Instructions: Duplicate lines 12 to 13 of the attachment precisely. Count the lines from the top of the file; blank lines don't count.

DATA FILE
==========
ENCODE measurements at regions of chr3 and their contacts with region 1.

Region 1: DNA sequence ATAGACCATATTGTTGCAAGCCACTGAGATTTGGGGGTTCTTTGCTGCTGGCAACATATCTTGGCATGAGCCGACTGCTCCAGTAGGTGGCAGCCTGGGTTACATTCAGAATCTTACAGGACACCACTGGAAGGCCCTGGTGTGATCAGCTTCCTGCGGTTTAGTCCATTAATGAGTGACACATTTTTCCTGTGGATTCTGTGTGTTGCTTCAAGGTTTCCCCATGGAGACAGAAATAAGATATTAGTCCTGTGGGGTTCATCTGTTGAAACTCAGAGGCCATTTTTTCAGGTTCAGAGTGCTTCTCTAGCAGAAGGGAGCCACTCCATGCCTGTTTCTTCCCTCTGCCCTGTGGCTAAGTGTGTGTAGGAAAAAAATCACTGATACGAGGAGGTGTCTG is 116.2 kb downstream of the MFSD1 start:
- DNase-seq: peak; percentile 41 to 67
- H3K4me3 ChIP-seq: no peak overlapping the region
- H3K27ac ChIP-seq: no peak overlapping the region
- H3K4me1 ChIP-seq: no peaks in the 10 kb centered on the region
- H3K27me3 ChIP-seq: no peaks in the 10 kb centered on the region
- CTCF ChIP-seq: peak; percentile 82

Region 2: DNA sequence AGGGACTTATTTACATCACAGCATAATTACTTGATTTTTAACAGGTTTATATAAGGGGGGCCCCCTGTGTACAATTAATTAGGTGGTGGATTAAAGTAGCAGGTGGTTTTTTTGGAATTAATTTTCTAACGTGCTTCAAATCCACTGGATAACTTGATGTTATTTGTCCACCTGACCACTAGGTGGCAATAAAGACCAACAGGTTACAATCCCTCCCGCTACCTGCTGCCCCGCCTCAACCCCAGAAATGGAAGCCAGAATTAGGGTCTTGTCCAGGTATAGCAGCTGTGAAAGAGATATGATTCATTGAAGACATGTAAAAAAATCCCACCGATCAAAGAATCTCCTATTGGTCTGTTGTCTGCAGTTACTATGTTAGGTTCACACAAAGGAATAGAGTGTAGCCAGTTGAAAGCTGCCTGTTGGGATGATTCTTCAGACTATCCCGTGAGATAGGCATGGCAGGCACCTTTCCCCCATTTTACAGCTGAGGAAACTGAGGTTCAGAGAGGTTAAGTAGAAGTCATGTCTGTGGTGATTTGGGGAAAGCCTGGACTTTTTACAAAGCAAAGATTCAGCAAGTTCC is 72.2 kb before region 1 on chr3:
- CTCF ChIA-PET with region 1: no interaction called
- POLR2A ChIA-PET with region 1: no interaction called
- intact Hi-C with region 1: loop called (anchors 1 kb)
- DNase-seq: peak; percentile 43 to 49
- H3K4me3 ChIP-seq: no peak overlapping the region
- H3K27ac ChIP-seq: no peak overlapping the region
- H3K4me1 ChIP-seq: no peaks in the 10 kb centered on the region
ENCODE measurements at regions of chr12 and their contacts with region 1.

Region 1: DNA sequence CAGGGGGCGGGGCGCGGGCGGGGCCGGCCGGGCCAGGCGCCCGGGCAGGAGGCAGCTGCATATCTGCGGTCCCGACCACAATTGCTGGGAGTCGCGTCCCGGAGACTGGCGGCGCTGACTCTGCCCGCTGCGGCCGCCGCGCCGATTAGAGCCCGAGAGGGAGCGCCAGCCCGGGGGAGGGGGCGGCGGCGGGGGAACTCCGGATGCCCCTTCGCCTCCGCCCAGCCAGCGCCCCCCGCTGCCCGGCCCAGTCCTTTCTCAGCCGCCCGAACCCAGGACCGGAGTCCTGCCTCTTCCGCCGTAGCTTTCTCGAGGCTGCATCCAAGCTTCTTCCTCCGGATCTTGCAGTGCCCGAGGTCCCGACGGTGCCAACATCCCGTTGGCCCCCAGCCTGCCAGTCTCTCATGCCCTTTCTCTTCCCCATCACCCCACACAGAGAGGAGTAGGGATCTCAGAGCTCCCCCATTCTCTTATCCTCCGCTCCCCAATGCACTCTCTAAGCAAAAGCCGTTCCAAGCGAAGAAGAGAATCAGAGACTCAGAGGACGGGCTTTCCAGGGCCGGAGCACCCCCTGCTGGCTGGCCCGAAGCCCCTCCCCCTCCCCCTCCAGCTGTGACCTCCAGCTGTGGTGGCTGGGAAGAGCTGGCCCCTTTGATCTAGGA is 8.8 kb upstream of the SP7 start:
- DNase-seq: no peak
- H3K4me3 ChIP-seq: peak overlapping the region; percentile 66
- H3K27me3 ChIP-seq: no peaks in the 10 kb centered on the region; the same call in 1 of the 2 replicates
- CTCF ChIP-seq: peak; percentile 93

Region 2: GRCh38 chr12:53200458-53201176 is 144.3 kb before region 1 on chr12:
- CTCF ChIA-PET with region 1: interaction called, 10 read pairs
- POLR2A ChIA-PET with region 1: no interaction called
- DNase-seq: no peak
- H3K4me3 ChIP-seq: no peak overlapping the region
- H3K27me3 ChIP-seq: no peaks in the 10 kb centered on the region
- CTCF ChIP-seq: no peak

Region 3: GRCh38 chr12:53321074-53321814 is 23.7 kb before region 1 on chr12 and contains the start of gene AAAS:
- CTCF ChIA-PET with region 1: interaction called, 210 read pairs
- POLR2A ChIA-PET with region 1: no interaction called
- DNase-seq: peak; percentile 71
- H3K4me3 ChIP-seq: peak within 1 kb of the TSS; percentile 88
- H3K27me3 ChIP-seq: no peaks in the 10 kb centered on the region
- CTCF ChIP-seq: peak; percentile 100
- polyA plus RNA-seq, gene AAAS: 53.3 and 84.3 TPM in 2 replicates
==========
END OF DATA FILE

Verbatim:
- intact Hi-C with region 1: loop called (anchors 1 kb)
- DNase-seq: peak; percentile 43 to 49